How do Network Diagrams work?
There are two types of network diagrams: The Arrow Diagram and the Precedence diagram. The arrow diagram depicts nodes for events and arrows for activities. The precedence diagram depicts activities in the order they occur. If you work in IT you will most likely use the arrow diagram, depicted to the left.
‘A’ and ‘B’ each represents an event node. These event nodes refer to an instant when an activity is started or completed. An event node occurs only when all activities entering the node have been completed. The arrow represents the activity that takes place during the event. For example, if a task in a project were “research competition’s ad campaign,” then the event nodes would designate the start and finish of this activity whereas the arrow would designate the activity itself.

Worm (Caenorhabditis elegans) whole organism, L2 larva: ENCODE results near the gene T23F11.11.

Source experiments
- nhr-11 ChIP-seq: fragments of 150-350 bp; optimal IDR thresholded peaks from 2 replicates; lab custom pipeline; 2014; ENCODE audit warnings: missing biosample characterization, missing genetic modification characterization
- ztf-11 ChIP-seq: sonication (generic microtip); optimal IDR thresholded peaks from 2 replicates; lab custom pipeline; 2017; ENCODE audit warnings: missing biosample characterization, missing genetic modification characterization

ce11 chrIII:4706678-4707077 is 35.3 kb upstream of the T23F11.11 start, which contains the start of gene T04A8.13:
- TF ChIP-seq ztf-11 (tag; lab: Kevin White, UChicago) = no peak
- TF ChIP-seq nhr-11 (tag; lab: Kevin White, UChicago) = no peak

Using the arrow and node method, you can depict project dependencies. In the diagram to the right, you see that Event C depends upon activities from Events A and B to be completed, and Event D depends upon Event C’s activities to be completed.
Dotted lines with arrows represent “dummy arrows.” Rather than depict a dependency between two items, these arrows depict a logical relationship. Dummy arrows have no duration. They do not depict an activity. Instead, they transfer logic from one event node to another.
Once the project is mapped out, you can write a key for the visual representation, listing the duration of events and activities. The network diagram will provide you and your project team with a full visual representation of your project.